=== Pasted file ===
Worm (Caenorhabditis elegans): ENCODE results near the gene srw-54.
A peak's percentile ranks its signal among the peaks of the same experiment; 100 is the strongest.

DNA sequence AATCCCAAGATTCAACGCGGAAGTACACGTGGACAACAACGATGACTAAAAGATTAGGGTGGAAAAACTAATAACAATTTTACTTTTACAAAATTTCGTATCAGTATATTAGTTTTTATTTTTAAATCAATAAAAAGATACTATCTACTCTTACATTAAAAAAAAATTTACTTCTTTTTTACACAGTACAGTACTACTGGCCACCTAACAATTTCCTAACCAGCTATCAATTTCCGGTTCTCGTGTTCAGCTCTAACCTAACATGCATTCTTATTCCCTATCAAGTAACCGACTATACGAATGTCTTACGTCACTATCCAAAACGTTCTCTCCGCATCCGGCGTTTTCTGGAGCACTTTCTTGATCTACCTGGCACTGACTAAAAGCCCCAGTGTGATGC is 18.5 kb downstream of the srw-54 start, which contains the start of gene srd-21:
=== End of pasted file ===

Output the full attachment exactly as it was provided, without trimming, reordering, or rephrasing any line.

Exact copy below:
Worm (Caenorhabditis elegans): ENCODE results near the gene srw-54.
A peak's percentile ranks its signal among the peaks of the same experiment; 100 is the strongest.

DNA sequence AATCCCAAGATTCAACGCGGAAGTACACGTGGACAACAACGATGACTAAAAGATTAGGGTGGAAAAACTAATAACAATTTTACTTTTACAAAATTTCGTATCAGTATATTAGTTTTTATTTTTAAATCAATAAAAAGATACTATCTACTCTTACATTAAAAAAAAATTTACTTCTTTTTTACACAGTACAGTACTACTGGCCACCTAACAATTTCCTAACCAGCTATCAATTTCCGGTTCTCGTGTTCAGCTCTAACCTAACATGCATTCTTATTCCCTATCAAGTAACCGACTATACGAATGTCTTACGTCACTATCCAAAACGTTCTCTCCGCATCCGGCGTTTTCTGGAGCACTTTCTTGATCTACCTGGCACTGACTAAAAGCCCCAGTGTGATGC is 18.5 kb downstream of the srw-54 start, which contains the start of gene srd-21: